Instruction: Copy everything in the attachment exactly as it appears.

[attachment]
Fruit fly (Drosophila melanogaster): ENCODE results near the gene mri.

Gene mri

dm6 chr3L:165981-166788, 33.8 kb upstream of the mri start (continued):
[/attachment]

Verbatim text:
Fruit fly (Drosophila melanogaster): ENCODE results near the gene mri.

Gene mri

dm6 chr3L:165981-166788, 33.8 kb upstream of the mri start (continued):